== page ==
Stonehenge Riverside Project: 2007 Excavation IV

The Cuckoo Stone

The Cuckoo Stone

About 500m west of Woodhenge is the Cuckoo Stone, a squat sarsen boulder which lies on its side. A large trench was excavated around it to reveal the hole, immediately to its west, in which the stone originally sat. The shape of the hole closely matches that of the stone when recumbent and, as with the nearby Bulford standing stone excavated in 2005, it seems most likely that the Cuckoo Stone lay in this position as a natural feature before it was set on end as a standing stone.

Before the Cuckoo Stone was erected, it was removed from the solution hollow which had formed beneath it. A posthole was then dug into the base of the solution hollow. Finally, the stone was set vertically within the hole, replacing the wooden post. Unfortunately there was no dating evidence for this construction sequence but prehistoric features in its close vicinity suggest that this happened before 2000 BC.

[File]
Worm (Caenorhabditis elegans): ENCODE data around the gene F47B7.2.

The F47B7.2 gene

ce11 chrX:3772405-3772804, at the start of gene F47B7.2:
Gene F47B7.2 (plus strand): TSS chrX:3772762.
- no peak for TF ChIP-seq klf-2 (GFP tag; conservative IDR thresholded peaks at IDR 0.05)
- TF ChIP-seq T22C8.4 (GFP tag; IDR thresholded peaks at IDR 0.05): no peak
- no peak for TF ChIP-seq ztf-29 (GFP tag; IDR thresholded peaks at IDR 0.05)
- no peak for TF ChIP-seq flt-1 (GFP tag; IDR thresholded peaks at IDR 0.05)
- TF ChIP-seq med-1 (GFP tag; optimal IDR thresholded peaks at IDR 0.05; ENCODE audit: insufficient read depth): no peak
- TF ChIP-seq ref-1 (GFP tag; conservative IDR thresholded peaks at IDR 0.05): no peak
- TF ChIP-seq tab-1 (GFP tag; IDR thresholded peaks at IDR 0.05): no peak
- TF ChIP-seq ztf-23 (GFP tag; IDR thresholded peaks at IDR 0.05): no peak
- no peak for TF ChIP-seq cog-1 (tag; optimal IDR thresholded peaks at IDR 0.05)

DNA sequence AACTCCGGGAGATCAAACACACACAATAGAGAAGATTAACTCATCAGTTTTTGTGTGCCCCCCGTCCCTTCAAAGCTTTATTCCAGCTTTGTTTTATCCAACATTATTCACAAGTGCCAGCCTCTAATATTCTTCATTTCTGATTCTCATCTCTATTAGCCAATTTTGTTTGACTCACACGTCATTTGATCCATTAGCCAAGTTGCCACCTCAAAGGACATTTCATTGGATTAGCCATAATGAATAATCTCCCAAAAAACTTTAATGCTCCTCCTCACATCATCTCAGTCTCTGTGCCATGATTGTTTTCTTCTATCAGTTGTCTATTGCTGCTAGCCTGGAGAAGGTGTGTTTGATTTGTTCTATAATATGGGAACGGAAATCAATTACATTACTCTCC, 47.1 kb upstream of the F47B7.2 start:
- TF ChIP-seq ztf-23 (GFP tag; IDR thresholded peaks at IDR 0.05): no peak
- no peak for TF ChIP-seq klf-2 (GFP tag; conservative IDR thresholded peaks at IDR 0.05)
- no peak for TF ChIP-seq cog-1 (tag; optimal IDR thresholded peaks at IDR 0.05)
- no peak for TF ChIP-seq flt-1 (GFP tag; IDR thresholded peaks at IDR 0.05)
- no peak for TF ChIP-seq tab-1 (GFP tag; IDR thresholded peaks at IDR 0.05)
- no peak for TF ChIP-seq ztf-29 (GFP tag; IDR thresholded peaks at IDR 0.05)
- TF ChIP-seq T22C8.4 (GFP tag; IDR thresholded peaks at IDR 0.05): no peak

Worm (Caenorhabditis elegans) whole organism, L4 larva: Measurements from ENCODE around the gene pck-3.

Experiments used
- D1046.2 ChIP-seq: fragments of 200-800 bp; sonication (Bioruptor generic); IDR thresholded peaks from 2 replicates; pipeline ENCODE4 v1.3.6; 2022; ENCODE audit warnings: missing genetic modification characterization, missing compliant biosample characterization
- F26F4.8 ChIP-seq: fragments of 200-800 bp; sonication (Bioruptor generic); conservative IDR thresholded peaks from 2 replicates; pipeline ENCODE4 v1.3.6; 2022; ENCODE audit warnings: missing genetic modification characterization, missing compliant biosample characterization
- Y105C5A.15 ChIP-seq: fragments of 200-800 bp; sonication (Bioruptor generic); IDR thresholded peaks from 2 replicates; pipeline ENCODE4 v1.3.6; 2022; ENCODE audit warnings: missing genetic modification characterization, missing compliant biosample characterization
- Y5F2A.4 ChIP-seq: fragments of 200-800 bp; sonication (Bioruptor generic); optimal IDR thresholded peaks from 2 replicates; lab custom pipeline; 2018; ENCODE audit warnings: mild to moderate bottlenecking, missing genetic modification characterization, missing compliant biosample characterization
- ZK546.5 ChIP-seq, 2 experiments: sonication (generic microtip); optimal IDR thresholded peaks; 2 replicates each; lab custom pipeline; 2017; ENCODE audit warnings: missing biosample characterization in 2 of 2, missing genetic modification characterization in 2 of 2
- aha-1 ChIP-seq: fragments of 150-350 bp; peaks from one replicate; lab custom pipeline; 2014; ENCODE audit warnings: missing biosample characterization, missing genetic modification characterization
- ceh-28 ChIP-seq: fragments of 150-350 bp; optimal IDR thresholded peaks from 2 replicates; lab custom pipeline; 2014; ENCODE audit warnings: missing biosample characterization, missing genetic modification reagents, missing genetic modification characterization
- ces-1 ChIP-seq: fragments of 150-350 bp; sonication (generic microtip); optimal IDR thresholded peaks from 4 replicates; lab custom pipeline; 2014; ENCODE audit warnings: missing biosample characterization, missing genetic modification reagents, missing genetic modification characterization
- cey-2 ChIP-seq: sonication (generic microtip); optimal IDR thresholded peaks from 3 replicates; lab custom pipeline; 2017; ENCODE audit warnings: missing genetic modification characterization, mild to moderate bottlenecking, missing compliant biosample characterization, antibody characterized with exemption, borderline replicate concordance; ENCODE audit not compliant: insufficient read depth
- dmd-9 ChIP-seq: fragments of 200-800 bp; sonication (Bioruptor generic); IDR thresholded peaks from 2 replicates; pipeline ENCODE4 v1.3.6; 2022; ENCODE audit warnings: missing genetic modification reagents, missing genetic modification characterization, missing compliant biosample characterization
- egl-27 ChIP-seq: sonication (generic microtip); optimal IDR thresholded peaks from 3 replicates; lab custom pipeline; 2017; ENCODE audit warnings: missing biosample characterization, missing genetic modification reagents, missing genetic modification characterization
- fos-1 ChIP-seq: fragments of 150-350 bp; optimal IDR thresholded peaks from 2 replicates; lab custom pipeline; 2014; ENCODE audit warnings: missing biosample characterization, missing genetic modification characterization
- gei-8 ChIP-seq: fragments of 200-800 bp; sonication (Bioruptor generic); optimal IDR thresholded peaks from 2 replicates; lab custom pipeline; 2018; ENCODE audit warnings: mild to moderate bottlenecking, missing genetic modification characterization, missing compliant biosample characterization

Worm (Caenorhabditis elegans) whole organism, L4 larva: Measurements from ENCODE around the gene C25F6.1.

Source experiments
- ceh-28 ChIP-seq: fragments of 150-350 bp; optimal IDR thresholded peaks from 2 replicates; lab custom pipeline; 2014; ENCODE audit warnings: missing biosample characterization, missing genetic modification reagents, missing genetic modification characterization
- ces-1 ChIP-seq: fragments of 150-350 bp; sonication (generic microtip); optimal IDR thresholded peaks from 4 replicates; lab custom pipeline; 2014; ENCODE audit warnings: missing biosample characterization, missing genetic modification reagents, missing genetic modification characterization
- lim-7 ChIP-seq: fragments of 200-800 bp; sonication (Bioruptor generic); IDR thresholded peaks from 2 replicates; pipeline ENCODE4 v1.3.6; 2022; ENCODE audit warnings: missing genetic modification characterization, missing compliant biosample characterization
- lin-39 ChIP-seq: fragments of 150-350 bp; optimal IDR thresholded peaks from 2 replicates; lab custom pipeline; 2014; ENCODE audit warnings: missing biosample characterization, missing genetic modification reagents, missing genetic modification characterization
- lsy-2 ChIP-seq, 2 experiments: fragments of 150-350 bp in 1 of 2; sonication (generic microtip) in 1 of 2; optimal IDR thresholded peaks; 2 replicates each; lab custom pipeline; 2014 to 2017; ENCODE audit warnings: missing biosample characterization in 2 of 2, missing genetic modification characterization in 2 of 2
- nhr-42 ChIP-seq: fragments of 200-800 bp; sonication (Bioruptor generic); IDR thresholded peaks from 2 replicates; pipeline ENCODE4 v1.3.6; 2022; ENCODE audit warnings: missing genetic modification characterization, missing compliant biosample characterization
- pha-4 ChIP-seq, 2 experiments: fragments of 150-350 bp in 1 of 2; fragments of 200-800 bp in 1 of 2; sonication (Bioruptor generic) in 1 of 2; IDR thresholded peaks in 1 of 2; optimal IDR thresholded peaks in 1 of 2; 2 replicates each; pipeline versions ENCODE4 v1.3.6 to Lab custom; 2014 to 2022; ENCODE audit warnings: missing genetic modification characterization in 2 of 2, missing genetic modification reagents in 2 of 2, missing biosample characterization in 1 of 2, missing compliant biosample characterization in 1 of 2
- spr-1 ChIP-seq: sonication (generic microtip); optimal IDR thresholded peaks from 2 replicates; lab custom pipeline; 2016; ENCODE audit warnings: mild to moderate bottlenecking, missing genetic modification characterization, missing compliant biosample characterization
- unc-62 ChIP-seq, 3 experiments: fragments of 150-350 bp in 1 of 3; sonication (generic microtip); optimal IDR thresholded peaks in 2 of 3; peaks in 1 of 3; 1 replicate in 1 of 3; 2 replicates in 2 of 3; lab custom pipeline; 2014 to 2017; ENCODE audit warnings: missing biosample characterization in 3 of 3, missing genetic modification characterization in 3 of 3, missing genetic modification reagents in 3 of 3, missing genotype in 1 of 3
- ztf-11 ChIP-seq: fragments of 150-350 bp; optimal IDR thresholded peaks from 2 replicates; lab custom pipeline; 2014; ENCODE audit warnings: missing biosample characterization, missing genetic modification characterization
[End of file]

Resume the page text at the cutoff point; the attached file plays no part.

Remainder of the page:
West of the Cuckoo Stone there were two Neolithic pits. The most westerly contained pottery, animal bones and struck flints dating to the fourth millennium BC. The other contained antlers and animal bones and probably dates to the third millennium BC.

Around 2000 BC the Cuckoo Stone became a focus for burial; to its south there was a north-south line of three urned cremation burials consisting of an inverted Enlarged Food Vessel and two upright Collared Urns.

The Cuckoo Stone was later the focus for Roman pits and a rectangular Roman building with a slightly sunken floor. Pottery in these features and 15 Roman coins from the ploughsoil date this activity to the third and fourth centuries AD. The building, southwest of the Cuckoo Stone, was supported by north-south lines of postholes along its east and west sides and was most probably a small rural shrine.

The Cuckoo Stone compares well with the Tor Stone at Bulford, about a mile east of the River Avon. In 2005 excavations demonstrated that this stone was similarly associated with an Early Bronze Age cremation burial – in this case a double Food Vessel burial. It too had been raised from its natural recumbent position which was visible as a solution hollow.